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Tuesday, August 3, 2021

Leaders call for forced education in war-prone areas

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Leaders drawn from Baringo and West Pokot counties have called for the enforcement of compulsory education as a means to end perennial insecurity in the North Rift.

Speaking at a consultative peace meeting at Lake Bogoria Spa Resort the political, religious and professionals from the two counties unanimously called the government to enforce the policy saying it will end cattle rustling.

Led by the senate majority leader and West Pokot Senator Samuel Poghisio the leaders said education will deter the young boys from venturing into banditry and eventually end the vice.

“We have a duty to help people of Tiaty to realize their dreams, we have left them behind, their children need to run to school every morning like those of other Kenyans,” said Poghisio.

He added that the communities engaging in conflict do view each other as a devil and an angel yet in reality they are same.

 “We don’t have even churches in Tiaty, we normally say if you can’t find a catholic church that place has been left to the dogs,” added Poghisio.

He reiterated the support of the leaders and the crucial role they play in leading their constituencies to peaceful coexistence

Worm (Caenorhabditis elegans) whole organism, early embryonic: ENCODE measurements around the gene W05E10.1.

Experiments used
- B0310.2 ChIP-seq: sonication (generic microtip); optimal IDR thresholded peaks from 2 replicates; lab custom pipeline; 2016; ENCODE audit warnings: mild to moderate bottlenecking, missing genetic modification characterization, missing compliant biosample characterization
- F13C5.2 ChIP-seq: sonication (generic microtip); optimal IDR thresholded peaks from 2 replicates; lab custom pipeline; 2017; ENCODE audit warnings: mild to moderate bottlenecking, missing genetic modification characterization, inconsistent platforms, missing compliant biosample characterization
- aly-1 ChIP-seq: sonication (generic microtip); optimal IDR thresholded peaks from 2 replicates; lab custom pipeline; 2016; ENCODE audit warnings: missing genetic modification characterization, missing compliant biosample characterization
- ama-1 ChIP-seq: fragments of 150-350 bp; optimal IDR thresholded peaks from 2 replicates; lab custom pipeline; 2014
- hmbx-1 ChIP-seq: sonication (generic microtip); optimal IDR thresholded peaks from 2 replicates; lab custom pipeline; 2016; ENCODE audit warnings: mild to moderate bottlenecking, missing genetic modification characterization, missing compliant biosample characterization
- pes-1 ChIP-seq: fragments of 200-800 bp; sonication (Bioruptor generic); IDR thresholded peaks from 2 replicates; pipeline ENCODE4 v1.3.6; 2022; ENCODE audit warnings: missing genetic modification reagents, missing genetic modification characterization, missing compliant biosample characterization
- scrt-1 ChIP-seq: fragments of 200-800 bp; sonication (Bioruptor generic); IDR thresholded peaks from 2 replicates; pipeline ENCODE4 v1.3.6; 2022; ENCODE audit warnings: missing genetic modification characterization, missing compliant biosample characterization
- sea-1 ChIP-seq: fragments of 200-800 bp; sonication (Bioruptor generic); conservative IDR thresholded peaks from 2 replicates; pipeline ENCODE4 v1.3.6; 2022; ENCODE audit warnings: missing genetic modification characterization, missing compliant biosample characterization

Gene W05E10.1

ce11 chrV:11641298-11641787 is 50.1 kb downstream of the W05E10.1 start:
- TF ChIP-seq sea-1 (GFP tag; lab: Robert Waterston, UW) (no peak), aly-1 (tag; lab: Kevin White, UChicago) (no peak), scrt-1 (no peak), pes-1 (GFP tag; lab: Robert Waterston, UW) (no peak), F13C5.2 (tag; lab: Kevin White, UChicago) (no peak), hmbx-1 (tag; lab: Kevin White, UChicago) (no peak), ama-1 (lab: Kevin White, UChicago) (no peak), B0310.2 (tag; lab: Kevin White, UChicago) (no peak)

His sentiments were echoed by Baringo County Women Representative Gladwel Cheruiyot who said given 10 years of forceful education the vice will be eradicated.

“It’s time to go to the ground and work towards achieving peace, even if we meet in these boardrooms for 100 times we may achieve nothing, we have to go to the grassroots and ensure the children are taken to school,” said Cheruiyot.

She also called for creating a buffer zone in the Kapedo area which has been marred by conflict over boundary and make it a military training ground.

On his part Baringo Senator Gideon Moi also called for compulsory schooling for young boys in Tiaty saying it would divert their energies and time from the outdated practices of cattle rustling.

He said Tiaty sub-county has a potential that can only be exploited if there is peace as it is the richest in the county.

The leaders requested for a ceasefire to the ongoing operations and give them one month to aid in mopping up illegal firearms.

On their part, the National Cohesion and Integration Commission promised to help the leaders in the pursuit for peace until they achieve it.

The commission was represented by Dr Danvas Makori and Abdulaziz Ali Farah who convened the consultative meeting.

The Rift Valley Regional Commissioner George Natembeya granted the leaders’ plea to a 30-day ceasefire

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